Top three Cancer treatment centers in the U.S.
Written by Angie Mansfield
Cancer Meeting Its Match at These Facilities
Cancer has long been one of the most feared diagnoses in modern medicine.
Claiming new victims every day, this disease can strike anyone, and its treatment can have a devastating effect on the patient's body.
But hospitals and researchers are fighting back. Here are just a few of the facilities striking a major blow against all kinds of cancer:
University of Texas MD Anderson Cancer Center
For 10 of the past 12 years, MD Anderson was ranked #1 in cancer care in the U.S. News & World Report's Best Hospitals survey, and is regarded by many to be the best cancer hospital in the United States.
In 2012, the center treated more than 115,000 patients. It also invested more than $647 million in cancer research, making it a leader in the fight against this deadly disease.
Memorial Sloan-Kettering Cancer Center
The world's oldest dedicated cancer hospital, Sloan-Kettering was also the first to develop services to address the psychiatric effects of cancer, relief of cancer pain, and genetic counseling.
A long-time leader in cancer surgery and treatment, this hospital earned its #2 ranking in the U.S. News & World Report survey.
Also leading other hospitals in research, Sloan-Kettering is working on using the body's immune system to fight cancer and bringing laboratory discoveries to real-world patients.
One of the first cancer centers to receive a designation from the National Cancer Institute, the Mayo Clinic has 450 doctors and scientists collaborating to reduce cancer's effect on patients and their families.
Mayo believes that treatment should be a collaborative affair between clinicians, specialists, and researchers. Working as a team, these professionals can more effectively fight the disease and help patients cope.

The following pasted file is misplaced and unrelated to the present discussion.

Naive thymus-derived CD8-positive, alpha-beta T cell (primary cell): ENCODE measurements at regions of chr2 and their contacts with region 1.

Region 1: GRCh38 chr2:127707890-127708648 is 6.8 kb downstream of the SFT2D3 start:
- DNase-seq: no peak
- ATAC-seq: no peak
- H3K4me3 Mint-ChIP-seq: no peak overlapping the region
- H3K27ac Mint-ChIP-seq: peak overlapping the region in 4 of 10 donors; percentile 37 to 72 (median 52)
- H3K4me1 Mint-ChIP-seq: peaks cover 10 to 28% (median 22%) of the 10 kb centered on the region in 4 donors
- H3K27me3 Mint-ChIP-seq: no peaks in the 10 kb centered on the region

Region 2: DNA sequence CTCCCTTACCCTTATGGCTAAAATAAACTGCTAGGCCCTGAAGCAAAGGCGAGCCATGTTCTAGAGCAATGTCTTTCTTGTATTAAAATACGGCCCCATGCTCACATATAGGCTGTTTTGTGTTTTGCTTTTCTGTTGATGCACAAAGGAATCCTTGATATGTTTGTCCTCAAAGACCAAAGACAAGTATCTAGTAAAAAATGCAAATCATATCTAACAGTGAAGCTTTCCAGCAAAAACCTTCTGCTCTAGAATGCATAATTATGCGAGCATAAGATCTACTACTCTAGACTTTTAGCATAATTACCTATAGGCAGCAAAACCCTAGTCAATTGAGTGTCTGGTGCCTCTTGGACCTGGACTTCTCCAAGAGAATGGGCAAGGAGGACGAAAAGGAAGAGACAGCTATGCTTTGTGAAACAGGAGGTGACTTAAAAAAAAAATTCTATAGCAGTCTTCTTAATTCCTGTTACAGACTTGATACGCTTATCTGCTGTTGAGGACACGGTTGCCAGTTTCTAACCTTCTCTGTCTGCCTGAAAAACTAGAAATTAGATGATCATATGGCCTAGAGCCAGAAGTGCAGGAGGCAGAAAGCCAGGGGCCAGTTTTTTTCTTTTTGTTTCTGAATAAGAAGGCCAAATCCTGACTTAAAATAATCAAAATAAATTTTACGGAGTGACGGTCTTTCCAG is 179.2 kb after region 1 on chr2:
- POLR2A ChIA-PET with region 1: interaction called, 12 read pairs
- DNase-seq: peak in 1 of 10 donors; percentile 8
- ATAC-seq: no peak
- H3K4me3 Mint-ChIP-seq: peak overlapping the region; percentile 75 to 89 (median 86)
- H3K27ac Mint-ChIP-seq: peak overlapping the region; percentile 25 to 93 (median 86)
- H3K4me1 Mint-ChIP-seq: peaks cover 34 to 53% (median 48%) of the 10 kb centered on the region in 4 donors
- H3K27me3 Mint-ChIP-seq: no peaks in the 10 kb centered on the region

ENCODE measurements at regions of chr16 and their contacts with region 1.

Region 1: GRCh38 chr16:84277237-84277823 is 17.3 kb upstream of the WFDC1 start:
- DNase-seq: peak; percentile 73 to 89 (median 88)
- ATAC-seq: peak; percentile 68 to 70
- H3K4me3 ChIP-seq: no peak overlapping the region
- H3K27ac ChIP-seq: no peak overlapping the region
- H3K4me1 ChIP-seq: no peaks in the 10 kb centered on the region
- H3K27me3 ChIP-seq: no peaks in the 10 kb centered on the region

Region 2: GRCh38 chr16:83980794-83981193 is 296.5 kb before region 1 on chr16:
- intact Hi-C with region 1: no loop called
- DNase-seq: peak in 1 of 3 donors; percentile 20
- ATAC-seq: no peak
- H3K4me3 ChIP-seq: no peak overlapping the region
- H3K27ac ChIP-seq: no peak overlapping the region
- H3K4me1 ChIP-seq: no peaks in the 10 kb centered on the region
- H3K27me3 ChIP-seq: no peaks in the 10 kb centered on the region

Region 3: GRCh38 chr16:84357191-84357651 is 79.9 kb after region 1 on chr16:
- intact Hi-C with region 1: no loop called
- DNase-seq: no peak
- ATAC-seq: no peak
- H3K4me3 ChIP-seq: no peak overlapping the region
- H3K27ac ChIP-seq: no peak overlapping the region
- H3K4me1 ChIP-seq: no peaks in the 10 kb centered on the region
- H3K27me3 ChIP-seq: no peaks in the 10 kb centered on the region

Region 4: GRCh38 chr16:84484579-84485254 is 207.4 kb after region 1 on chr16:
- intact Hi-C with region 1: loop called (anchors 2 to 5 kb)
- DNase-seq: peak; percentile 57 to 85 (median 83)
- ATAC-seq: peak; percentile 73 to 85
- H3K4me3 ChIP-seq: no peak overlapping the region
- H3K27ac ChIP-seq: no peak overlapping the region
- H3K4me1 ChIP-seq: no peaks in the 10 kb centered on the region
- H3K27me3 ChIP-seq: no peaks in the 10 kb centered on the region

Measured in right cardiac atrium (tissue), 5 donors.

With 11 major cancer research programs currently active, and 20,000 new patients treated every year, Mayo is another facility on the leading edge of the fight against cancer.
Sidney Kimmel Comprehensive Cancer Center at Johns Hopkins
The Sidney Kimmel cancer center was founded in 1973 and got its National Cancer Institute designation the same year.
Dedicated to staying on the cutting edge of the most advanced research and delivering the very best treatments to patients, Sidney Kimmel earns its spot among the top cancer centers in the world.
Drawing its faculty from Johns Hopkins University, Sidney Kimmel uses medicine, science, engineering, physics, and other disciplines to stay ahead of the curve. It runs laboratory research on cancer biology, immunology, chemical treatments, and more; along with organ-specific cancer research.
These scientists then bring the very latest in treatment options to Johns Hopkins patients. The Sidney Kimmel center also provides genetic testing for those who have a high risk of various types of cancer.
Thanks to these institutions and many more, new treatments for cancer are being developed all the time.
These centers are helping to provide early detection, the latest in cutting-edge medicine and research, and new ways to help patients cope with the physical and emotional toll of cancer.